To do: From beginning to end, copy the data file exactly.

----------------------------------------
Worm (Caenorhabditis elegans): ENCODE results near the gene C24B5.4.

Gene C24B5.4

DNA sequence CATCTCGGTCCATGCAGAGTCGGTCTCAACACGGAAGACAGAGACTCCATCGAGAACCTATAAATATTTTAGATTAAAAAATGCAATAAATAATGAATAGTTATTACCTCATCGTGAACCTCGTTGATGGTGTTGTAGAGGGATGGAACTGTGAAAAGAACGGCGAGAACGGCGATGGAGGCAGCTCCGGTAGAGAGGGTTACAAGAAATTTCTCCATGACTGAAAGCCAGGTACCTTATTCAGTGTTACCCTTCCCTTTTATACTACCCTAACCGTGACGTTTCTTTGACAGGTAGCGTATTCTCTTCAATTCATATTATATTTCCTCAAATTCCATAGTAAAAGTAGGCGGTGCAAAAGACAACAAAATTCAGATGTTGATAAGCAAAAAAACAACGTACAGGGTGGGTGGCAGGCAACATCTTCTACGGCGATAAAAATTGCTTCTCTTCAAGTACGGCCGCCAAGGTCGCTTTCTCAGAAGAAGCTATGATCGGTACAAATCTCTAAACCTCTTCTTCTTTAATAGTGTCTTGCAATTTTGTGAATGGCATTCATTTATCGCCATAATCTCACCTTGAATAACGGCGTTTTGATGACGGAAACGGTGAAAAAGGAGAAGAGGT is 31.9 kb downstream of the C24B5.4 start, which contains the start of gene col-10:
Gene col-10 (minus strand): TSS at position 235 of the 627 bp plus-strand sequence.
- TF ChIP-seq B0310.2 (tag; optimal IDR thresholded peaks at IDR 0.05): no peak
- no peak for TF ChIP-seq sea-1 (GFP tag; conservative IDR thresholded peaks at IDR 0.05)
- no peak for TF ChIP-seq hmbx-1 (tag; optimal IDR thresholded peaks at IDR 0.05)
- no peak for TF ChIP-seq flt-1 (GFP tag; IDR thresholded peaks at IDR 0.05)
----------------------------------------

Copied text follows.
Worm (Caenorhabditis elegans): ENCODE results near the gene C24B5.4.

Gene C24B5.4

DNA sequence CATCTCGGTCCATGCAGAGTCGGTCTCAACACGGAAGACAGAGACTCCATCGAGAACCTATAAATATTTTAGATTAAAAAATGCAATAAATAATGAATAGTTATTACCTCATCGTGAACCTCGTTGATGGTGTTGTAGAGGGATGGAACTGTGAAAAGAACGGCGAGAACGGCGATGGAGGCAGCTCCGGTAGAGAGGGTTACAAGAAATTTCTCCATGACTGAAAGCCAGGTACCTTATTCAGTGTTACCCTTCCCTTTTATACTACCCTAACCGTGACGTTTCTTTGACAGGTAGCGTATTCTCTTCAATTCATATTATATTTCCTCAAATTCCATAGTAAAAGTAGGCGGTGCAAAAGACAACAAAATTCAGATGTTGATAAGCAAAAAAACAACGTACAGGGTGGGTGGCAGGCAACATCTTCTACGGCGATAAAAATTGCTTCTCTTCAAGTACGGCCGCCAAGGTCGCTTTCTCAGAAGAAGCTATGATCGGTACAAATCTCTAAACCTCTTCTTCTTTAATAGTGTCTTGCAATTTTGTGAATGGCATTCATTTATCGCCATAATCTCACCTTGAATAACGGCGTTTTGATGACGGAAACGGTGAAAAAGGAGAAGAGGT is 31.9 kb downstream of the C24B5.4 start, which contains the start of gene col-10:
Gene col-10 (minus strand): TSS at position 235 of the 627 bp plus-strand sequence.
- TF ChIP-seq B0310.2 (tag; optimal IDR thresholded peaks at IDR 0.05): no peak
- no peak for TF ChIP-seq sea-1 (GFP tag; conservative IDR thresholded peaks at IDR 0.05)
- no peak for TF ChIP-seq hmbx-1 (tag; optimal IDR thresholded peaks at IDR 0.05)
- no peak for TF ChIP-seq flt-1 (GFP tag; IDR thresholded peaks at IDR 0.05)